One of the very best books ever published about the decline and fall of the Tories between 1992 and 1997 was Guilty Men, written by Hywel Williams who was John Redwood's special adviser at the Welsh Office between 1993 and his resignation to challlenge for the Tory leadership in 1995.
Despite that previous working relationship, or perhaps even because of it, the book is not written from an especially pro- or anti-Redwood perspective. But what it does demonstrate is that most of the political enterprises with which the Wokingham MP has been associated have ended in failure.
I have met Redwood a few times, notably when I was doing the Lobby job for the South Wales Echo in the mid-90s, and while he is clearly an intensely intellectual person who finds it hard to descend to the level of ordinary mortals, the overall impression one comes away with is of a fairly decent human being.
But for all his decency and for all the genuineness of his convictions, Redwood has throughout his political career demonstrated the Reverse Midas Touch, ie everything he touches turns to shit.
Redwood's public reputation has never really recovered from that period in the early 1990s when he became the Tony Benn figure to John Major's Harold Wilson - an ideological maverick who behaved as if collective Cabinet responsibility did not apply to him, used left-leaning Wales as a test-bed for loony-right policies, and finally launched an opportunistic challenge for the leadership.
Call it being wise after the event, but I knew instinctively that Ken Clarke's 1997 leadership bid was doomed the minute he teamed up with Redwood in an attempt to block William Hague. Most Tory MPs thought it was more important to stop Redwood becoming Shadow Chancellor than to stop an untried and untested 36-year-old being handed the poisoned chalice of the Tory leadership at a time when Tony Blair was carrying all before him.
Hague, to his credit, realised that Redwood reminded the voters of the worst aspects of the Major years and sacked him from the Shadow Cabinet after a year, although his decision to replace him as Shadow Trade and Industry Secretary with the business guru turned failed politician Archie Norman was scarcely one of his most inspired appointments.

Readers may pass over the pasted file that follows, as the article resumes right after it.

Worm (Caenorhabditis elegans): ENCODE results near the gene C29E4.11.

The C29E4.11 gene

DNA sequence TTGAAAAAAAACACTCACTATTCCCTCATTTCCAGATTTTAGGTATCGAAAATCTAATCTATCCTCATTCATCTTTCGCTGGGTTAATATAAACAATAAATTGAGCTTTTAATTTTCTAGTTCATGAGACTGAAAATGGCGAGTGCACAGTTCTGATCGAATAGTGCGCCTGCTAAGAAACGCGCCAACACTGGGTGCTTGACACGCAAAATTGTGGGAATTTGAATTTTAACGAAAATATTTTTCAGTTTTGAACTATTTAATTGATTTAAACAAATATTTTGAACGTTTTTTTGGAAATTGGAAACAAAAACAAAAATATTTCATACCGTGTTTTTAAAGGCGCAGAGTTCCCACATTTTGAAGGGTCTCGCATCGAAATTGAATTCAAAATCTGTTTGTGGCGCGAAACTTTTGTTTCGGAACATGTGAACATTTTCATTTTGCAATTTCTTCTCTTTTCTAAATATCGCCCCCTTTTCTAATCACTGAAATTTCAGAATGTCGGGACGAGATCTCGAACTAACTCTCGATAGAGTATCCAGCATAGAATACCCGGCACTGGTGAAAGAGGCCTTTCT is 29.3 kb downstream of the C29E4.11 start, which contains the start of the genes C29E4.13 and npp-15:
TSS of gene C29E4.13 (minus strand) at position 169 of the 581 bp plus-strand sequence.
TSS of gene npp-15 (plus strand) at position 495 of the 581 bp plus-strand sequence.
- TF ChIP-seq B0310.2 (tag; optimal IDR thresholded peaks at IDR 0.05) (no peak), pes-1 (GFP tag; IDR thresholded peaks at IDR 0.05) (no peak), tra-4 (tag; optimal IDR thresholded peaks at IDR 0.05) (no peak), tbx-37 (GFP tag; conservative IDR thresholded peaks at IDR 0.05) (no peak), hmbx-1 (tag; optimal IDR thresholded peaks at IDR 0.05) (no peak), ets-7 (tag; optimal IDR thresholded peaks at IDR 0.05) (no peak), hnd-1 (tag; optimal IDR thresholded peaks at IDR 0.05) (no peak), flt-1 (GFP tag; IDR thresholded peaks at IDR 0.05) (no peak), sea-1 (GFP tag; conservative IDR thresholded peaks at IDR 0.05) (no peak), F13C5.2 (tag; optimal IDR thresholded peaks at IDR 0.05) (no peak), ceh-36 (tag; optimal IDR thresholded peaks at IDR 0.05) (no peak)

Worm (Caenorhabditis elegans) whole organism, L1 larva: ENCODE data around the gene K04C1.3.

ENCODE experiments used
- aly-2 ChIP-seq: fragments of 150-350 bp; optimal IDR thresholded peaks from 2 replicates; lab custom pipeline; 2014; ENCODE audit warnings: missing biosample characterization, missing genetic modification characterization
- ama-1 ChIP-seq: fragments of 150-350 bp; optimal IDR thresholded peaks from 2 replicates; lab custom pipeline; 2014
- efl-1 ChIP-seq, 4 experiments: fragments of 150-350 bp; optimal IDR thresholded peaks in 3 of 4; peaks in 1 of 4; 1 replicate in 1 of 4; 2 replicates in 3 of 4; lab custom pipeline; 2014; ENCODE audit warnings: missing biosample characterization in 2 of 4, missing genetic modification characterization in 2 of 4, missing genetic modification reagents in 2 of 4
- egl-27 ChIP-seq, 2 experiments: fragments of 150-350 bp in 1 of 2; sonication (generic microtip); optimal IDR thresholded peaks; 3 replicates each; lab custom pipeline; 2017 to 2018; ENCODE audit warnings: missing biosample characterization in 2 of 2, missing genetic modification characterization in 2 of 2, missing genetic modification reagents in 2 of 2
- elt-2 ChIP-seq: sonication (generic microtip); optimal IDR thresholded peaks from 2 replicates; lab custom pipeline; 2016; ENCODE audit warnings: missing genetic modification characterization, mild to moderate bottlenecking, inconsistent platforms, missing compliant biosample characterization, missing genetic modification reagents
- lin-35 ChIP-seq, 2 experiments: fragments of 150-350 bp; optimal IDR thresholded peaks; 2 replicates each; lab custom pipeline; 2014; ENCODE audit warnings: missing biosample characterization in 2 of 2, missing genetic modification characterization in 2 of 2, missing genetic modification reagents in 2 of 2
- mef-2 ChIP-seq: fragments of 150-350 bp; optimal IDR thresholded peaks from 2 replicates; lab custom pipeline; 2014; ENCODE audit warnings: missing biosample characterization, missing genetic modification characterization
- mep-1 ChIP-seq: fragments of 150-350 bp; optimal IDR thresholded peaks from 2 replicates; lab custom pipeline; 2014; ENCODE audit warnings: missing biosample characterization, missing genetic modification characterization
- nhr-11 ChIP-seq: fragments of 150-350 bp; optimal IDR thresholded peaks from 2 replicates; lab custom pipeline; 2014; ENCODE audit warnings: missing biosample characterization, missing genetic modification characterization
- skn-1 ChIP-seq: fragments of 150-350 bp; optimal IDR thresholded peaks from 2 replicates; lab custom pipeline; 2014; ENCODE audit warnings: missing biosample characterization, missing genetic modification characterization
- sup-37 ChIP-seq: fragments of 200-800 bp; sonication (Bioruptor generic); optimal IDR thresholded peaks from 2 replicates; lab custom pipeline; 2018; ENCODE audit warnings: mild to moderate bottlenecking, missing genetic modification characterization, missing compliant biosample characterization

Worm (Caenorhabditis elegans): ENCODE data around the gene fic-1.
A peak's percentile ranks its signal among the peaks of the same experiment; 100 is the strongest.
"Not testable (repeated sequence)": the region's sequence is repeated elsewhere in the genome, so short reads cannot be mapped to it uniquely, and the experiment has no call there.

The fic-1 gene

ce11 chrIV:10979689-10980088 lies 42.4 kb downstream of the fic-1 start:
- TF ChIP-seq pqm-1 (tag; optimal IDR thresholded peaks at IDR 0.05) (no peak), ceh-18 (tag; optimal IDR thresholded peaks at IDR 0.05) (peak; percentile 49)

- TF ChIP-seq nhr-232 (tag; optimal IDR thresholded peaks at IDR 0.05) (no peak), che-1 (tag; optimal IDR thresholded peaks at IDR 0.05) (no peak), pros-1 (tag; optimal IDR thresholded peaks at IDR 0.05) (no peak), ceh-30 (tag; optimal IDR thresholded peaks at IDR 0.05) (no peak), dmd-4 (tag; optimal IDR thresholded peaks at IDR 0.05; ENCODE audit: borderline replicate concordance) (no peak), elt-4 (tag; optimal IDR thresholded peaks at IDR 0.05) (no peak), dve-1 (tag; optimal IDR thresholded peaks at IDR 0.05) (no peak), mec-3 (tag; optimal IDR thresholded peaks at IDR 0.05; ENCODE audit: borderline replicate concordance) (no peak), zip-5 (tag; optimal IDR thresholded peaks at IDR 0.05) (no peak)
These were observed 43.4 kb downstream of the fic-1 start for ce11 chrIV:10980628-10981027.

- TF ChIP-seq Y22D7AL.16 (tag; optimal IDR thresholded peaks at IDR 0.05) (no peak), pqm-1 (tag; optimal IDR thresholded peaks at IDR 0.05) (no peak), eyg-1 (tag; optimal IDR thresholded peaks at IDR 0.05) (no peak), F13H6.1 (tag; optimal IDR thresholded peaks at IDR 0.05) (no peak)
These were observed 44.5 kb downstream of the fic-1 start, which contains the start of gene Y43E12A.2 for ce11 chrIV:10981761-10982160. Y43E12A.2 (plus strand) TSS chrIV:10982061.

So, at a time when David Cameron as leader is trying to undo all the damage of that baleful period and reposition the Conservatives on the political centre ground, his decision to hand Redwoood the task of presiding over a policy review on business taxation and regulation policy has to go down as yet another strategic blunder.
There may be merit in some of his proposals. Much health and safety legislation, for instance, is as burdensome and annoying to the customer as it undoubtedly is for the businesses themselves.
On the other hand, making it easier for firms to make people redundant is absolutely the last thing we need in a country riven by job insecurity - the biggest single reason, in my view, why in spite of our increased prosperity, we are generally much less happy than we were 30 years ago when the British economy was regarded as a basket-case.
But that is not really the point. The point is that someone who is seen by the electorate as emblematic of Toryism's darkest hour and who was presumed politically dead and buried, has popped up wraith-like to remind them of exactly why they rejected the party in the first place.
The Tories will not like the comparison - but it is as if Neil Kinnock, at the start of his crusade to modernise the Labour Party in the mid-80s and wrest control from the loony left, had asked Benn to chair a review of party policy. The idea is as laughable as it is preposterous.
But the controversy over Redwood's tax cutting plans is symptomatic of a wider problem for Mr Cameron, in that, in contrast to New Labour during the 1994-97 period, the policy review process he has initiated is not under the control of the leadership.
This is the second one in succession, following Iain Duncan Smith's report on social policy which recommended restoring marriage to the heart of the tax system, which has presented the Tories as retreating into a right-wing comfort zone at a time when Gordon Brown is determined to drive them off the centre-ground.
Bizarrely, Cameron seems to view the job of chairing policy reviews as some sort of long-service reward for party grandees and figures from the past such as Redwood, IDS and Clarke rather than acting as central drivers of the party's modernisation programme.
He now needs to do two things. Firstly, ensure that all future such reviews come under the direct control of his office, and secondly, ensure that John Redwood and all other vestiges of the failed Major era are finally put out to grass.